by Jake Hughes
The witching hour is nigh, the black clouds are rolling in, and black cats and sexy witch costumes are everywhere, which can only mean one thing: Halloween is upon us! ON this most spookiest of spook nights, the little ones enjoy the one night when it is acceptable to take candy from strangers, unless they’re in a van… or a clown costume. Clowns are just creepy.
But for me, my best memories of Halloween weren’t about the candy or costumes, but the movies! Huddling up on the couch wrapped up in a blanket with my brother, candy and popcorn at the ready, and watching whatever scary stories Hollywood had for us. And even when I was an adult and deployed to Iraq, I always made time on Halloween night to watch at least one horror movie, as a way of reminding me what counts.
Way back on Friday the 13th, I gave you a list of the best campy horror flicks. This time, however, I’m going for scares. The movies on this list will keep you up all night, I promise.
Now before we begin, let me calm the coming cries of the horror buffs by saying that there are some classic movies that will not be on this list, such as Friday the 13th. This is not because these movies are bad, but merely that they haven’t aged as well, and would fail to scare the modern movie goer. So, here we go!
As I said, some movies from the 70’s and 80’s have not aged well, but some are able to maintain that creepy vibe. Master of Horror John Carpenter deftly weaves a very simple story: a babysitter is stalked by a masked killer. This may sound cliche, but that’s only because this movie started the cliche. The hollow eyes of Michael Meyer’s mask, Jaime Lee Curtis’ impressive screams, and that unforgettable soundtrack of four chords on a piano will still make you check the windows at night.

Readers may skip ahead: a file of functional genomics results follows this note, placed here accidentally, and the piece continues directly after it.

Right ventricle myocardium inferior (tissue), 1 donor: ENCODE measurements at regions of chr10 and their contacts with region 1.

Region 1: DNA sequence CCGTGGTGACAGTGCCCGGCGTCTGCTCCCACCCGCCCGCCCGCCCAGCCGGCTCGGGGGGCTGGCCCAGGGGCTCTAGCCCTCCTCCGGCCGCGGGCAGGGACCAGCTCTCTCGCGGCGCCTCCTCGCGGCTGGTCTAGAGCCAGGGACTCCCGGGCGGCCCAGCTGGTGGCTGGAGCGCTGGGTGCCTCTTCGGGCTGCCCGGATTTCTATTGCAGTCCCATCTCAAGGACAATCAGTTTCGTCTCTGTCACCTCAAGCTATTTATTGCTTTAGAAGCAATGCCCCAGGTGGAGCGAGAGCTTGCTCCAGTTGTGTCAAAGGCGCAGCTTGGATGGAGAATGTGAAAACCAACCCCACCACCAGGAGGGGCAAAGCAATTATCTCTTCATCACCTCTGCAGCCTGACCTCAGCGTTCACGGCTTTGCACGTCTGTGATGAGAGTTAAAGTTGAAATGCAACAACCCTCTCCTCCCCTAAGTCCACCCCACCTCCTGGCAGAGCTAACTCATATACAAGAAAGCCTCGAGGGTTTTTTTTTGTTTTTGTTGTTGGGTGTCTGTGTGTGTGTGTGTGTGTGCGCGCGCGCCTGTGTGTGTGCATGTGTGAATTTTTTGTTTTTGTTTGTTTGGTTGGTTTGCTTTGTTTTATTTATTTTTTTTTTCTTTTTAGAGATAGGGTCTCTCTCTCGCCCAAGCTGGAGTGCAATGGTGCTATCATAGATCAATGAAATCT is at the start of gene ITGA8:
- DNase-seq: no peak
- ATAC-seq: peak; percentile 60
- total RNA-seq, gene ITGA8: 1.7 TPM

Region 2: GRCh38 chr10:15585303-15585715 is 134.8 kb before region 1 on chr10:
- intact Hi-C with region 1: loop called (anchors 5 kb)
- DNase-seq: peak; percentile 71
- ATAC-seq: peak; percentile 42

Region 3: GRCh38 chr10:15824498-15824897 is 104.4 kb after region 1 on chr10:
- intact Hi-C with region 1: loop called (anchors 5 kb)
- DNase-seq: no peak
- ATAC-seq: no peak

9. The Fly
In addition to being one of the extremely rare remakes that is better than the original, This movie best showcases a type of horror you don’t normally see: body horror. That idea of something beneath the skin, worms crawling around you, horrible mutations. Nowhere is it exemplified better than in David Cronenberg’s sad and horrific tale of an eager young scientist who experiments on himself and turns into a mutant human/fly hybrid. It might not make you check under your bed, but I guarantee it will make you squirm and shiver. Be afraid. Be very afraid.
8. Paranormal Activity
Found footage and shaky-cam movies tend to irk me, but this one pulls it off with such panache that I have to give it respect. A tale of a young couple being tormented by a demon, it is told entirely by handheld camera and security footage. With no music to build suspense, it lets the silence build it, with shivers coming even in scenes where nothing happens. This one will definitely make you look twice at your significant other.
Another classic that stands the test of time. This movie does something truly unique: it combines several different kinds of horror genre. Body horror, psychological, and pure supernatural horror all come together in the tale of the Cenobites and the depraved man who escaped them. Angels to some, demons to others, this film may not tear your soul apart, but it will keep you away from puzzle boxes.